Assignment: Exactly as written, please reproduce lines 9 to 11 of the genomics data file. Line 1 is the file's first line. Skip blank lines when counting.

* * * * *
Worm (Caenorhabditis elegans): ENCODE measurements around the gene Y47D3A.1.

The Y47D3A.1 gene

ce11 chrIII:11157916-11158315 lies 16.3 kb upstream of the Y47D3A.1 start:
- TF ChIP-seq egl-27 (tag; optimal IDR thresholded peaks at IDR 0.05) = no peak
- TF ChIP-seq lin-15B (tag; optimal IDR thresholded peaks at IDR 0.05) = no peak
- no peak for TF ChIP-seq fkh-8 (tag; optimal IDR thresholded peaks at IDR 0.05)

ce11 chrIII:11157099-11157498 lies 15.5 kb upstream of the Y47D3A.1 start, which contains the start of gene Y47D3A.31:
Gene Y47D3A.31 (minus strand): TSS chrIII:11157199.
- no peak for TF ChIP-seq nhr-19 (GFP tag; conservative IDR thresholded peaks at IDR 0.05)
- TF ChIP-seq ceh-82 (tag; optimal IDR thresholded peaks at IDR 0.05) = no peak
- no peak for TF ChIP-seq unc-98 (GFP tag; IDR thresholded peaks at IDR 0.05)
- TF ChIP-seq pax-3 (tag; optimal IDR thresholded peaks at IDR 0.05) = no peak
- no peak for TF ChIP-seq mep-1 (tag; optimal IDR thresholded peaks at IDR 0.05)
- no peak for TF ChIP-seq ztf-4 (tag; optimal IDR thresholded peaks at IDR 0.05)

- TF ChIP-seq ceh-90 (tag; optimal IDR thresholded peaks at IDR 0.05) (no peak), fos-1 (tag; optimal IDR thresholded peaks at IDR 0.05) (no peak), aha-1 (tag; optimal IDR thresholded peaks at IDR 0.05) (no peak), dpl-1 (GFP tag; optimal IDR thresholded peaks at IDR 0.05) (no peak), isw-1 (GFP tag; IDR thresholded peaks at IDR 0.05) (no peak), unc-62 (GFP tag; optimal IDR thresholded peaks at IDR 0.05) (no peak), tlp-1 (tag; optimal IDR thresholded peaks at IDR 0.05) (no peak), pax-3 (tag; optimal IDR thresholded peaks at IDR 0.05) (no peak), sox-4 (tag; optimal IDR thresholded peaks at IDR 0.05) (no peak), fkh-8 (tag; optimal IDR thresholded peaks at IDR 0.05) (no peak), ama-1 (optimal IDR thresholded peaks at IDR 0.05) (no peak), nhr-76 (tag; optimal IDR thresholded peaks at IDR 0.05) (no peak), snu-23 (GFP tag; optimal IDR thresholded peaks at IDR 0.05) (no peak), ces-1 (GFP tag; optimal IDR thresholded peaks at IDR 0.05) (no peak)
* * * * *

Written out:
- no peak for TF ChIP-seq nhr-19 (GFP tag; conservative IDR thresholded peaks at IDR 0.05)
- TF ChIP-seq ceh-82 (tag; optimal IDR thresholded peaks at IDR 0.05) = no peak
- no peak for TF ChIP-seq unc-98 (GFP tag; IDR thresholded peaks at IDR 0.05)